A Myrmecophagidae. This family is exclusively confined to South America, as are the two preceding, and it contains only the Hairy or true Ant-eaters. These curious animals feed chiefly upon Ants and Termites, which they catch with their long sticky tongues. The jaws are wholly destitute of teeth ; the body is covered with hair; there is a long tail; and the feet are armed with long and strong, curved digging-claws. The toes are united by skin up to the bases of the claws, as in the Sloths; the ungual phalanges are articulated in the same way; and the palms of the hands are similarly turned inwards, their sides carrying a callous pad.

The best-known species of this family is the Great Ant-eater (Myrmecophaga jubata). This singular animal attains a length of over four feet, and has an extremely long and bushy tail. The jaws are produced to form a long and slender snout, which is entirely enclosed in the skin, till just at its extremity, where there is an aperture for the protrusion of the thread-like tongue. A bird-like character is the horny gizzard-like stomach. The anterior feet have four, and the posterior feet five toes, all armed with strong curved claws, which, in the case of the fore-feet, when not used in digging, are bent inwards, so that the animal walks on the sides of the feet; whereas the soles of the hind-feet touch the ground. The animal is perfectly harmless and gentle, when unmolested, and leads a solitary life. It lives mainly upon Termites, into the nests of which it forces its way by means of the powerful claws. When the Termites rush out to see what is the matter, the Ant-eater captures them by thrusting out its glutinous tongue, an action which can be repeated with marvellous rapidity.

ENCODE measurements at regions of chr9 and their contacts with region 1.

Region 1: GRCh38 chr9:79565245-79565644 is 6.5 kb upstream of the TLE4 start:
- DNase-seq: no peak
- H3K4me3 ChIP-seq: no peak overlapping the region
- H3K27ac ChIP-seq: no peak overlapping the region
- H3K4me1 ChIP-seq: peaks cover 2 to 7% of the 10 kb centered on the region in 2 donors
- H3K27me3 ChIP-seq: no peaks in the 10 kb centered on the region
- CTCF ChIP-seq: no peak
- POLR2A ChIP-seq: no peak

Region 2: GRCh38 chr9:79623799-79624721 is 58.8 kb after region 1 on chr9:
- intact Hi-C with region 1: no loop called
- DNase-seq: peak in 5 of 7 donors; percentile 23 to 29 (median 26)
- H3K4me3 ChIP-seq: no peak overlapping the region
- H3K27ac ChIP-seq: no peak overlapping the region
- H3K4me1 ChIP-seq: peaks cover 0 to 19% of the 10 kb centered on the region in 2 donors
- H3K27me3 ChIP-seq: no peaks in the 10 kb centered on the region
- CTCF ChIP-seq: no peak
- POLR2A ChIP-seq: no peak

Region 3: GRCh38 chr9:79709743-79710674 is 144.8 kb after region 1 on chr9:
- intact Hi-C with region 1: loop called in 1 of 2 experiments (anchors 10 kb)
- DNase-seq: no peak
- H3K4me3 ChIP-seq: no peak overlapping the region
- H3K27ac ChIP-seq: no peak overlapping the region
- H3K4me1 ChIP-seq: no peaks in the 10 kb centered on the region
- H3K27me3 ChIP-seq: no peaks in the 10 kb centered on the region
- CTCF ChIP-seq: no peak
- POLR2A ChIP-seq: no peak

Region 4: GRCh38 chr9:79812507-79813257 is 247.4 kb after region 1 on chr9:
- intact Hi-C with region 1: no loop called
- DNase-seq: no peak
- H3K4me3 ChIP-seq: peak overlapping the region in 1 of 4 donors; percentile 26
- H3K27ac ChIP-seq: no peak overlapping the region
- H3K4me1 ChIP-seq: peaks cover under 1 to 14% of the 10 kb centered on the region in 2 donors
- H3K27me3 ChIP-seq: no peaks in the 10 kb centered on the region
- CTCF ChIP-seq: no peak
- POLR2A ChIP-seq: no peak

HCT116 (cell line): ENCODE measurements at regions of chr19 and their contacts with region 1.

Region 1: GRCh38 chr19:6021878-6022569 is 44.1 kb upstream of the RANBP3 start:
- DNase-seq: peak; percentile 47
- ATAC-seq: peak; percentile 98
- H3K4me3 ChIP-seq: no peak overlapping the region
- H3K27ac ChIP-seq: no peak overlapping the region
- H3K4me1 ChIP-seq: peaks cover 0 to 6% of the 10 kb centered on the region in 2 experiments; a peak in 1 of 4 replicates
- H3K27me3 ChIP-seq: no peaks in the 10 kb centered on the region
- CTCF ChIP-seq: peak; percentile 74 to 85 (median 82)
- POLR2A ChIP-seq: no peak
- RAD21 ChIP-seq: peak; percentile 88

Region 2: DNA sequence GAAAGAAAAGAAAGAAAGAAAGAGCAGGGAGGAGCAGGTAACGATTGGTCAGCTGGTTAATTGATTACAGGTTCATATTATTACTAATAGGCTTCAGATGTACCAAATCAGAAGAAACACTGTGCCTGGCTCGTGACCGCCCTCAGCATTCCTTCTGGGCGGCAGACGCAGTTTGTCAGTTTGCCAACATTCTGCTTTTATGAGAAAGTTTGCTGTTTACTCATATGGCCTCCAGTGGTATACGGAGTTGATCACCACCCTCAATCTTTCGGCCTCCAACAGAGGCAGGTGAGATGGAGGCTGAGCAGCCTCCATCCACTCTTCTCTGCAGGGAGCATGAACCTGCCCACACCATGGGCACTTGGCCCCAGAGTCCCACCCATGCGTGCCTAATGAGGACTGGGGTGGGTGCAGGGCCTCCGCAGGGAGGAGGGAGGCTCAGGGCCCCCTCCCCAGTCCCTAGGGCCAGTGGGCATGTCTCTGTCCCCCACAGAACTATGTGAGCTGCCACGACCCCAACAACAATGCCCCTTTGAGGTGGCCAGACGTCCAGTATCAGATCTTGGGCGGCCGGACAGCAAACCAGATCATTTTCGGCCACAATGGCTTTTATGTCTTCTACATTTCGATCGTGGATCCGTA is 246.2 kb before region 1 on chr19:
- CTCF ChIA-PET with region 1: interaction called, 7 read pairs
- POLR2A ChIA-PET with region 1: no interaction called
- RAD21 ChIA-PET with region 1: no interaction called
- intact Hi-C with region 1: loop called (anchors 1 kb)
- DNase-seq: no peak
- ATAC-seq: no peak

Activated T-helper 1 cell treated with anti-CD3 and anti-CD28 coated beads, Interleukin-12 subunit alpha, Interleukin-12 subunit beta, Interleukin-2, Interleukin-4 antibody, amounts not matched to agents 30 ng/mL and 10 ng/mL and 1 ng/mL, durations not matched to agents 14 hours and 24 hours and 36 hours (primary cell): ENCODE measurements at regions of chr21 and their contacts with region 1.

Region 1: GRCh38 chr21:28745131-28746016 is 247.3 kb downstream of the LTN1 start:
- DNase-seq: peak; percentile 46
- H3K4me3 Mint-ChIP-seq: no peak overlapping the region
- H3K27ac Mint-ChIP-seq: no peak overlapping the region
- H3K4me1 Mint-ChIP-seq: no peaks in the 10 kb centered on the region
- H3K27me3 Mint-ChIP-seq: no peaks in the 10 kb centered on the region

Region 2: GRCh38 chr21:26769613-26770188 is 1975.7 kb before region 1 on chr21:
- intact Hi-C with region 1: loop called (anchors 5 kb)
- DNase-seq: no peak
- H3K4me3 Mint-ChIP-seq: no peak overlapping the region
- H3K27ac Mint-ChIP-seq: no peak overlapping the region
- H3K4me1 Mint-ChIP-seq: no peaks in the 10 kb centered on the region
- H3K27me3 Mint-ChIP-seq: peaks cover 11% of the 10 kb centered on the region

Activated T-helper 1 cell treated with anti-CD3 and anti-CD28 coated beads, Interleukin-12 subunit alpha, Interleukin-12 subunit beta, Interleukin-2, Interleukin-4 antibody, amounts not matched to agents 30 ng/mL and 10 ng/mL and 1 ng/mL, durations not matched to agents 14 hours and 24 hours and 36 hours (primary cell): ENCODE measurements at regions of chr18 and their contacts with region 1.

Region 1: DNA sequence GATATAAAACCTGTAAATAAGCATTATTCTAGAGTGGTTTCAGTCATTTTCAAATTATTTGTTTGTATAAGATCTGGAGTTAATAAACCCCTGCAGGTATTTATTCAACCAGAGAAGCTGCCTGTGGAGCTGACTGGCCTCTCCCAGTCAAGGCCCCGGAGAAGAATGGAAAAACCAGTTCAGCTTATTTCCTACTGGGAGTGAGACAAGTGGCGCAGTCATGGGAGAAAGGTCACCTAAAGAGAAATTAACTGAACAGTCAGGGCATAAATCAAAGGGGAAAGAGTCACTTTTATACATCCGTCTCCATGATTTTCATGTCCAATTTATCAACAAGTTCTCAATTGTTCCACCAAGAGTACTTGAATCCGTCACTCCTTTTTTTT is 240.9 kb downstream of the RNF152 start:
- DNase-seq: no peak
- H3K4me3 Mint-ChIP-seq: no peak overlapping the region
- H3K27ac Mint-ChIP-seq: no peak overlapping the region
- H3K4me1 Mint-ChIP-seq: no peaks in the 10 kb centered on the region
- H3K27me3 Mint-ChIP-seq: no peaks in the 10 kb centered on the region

In the closely-allied genus Tamandua the feet are four-toed, and the animal is arboreal in its habits, as is also the case with the Cyclothurus. In the latter the fore-feet are two-toed, and the hind-feet are four-toed, with a rudimentary hallux. In accordance with their mode of life these forms have prehensile tails, and in the last-mentioned genus well-developed clavicles are present.